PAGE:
|I found that a capacitor in that area is what sets the process to happen. It gives off an acidic vapor and oil from the electrolytes it contains when the cap fails over time. The electrolyte contains high amounts of ions needed for the process in this situation. Not all dendritic growth needs this scenario to form but this does match the article posted. The vapor starts breaking down the traces, shadow mask, and any conformal coating in that area making it all more vulnerable to the moisture collected on the board due to condensation because of the heating and cooling of the board. The resulting substance is hundreds of small sticky droplets that have a very electrolytic smell. The droplets connect traces on the board providing a path for the dendritic growth to start advancing, shorting out traces and components in that area including the main IC which I always replace when I replace the board with new ones I have made.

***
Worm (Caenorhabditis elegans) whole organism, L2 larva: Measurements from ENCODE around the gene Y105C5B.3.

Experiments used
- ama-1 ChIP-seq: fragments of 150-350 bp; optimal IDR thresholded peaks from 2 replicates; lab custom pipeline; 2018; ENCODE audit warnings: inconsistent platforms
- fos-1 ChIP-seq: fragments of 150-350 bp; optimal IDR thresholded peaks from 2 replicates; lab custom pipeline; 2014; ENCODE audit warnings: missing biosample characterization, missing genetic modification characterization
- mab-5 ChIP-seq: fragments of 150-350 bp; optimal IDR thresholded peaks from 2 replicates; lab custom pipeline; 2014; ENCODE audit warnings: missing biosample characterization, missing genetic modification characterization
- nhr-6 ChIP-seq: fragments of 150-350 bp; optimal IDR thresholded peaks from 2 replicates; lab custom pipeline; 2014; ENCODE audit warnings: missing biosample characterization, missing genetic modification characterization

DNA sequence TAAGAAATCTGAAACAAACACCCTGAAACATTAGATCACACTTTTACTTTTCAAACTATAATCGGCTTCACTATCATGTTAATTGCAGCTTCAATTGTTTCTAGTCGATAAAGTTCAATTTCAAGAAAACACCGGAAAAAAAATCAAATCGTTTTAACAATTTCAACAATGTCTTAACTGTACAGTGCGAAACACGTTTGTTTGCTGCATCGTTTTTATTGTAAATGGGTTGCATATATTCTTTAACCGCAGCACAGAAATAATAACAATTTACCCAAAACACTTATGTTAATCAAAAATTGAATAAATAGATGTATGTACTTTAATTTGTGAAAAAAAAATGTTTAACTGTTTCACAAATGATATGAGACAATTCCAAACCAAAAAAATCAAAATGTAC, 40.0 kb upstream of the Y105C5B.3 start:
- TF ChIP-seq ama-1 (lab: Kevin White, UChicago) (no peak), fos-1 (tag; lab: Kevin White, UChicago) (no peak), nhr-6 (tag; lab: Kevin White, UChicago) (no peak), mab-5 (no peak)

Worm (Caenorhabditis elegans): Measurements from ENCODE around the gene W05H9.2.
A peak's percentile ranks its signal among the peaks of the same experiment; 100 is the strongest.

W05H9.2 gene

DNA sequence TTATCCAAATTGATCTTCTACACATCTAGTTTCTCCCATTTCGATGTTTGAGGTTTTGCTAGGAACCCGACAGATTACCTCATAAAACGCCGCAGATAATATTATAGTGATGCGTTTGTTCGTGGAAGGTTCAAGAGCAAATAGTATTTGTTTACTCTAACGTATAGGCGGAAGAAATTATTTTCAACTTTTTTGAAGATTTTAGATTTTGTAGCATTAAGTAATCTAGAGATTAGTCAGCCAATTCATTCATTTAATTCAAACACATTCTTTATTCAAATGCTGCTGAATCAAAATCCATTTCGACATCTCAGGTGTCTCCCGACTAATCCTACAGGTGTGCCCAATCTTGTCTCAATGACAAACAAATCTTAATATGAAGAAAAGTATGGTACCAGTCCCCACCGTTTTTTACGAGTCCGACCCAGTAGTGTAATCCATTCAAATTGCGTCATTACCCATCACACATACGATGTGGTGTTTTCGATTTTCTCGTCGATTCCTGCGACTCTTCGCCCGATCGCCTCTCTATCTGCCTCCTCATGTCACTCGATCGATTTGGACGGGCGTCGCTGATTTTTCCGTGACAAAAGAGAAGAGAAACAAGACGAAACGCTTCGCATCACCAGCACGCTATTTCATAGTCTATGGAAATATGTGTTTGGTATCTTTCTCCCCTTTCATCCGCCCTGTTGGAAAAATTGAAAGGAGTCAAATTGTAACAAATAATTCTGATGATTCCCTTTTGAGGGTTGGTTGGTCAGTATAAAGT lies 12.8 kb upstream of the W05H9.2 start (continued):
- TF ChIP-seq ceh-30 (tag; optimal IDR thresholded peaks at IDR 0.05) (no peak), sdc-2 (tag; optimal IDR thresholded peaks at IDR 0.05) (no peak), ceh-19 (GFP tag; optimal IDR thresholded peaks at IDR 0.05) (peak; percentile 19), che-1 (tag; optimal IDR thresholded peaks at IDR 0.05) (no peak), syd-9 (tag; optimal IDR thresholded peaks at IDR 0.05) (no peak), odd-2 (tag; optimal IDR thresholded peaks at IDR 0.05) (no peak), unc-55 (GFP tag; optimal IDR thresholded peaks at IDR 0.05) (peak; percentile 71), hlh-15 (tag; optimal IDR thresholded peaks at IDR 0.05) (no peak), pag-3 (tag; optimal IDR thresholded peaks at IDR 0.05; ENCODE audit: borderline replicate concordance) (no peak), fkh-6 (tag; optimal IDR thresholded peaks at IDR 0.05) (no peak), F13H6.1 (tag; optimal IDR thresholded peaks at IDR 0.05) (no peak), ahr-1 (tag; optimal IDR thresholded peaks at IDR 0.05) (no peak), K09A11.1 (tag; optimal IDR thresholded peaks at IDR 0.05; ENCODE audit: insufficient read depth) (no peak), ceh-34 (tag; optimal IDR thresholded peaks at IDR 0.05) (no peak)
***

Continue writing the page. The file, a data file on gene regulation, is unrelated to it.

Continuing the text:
In the picture you can see the wet area on top of the PCB which comes from capacitor C3. I throw the caps away so I don't have a picture of the bottom of the capacitor but you can see the leakage. The ground connection to the board is that screw location next to it. You can see the corrosion around it. I remove the brass retainers from the boards as I renew and reuse them with a new board.
So in short, the ground at that location provides the bias path for that area using the large wide positive trace that the capacitor and voltage regulator B+ are connected to and runs right next to it. The moisture in that area becomes contaminated with the high ion electrolytes from the leaky capacitor and sets up a perfect scenario for it to happen.
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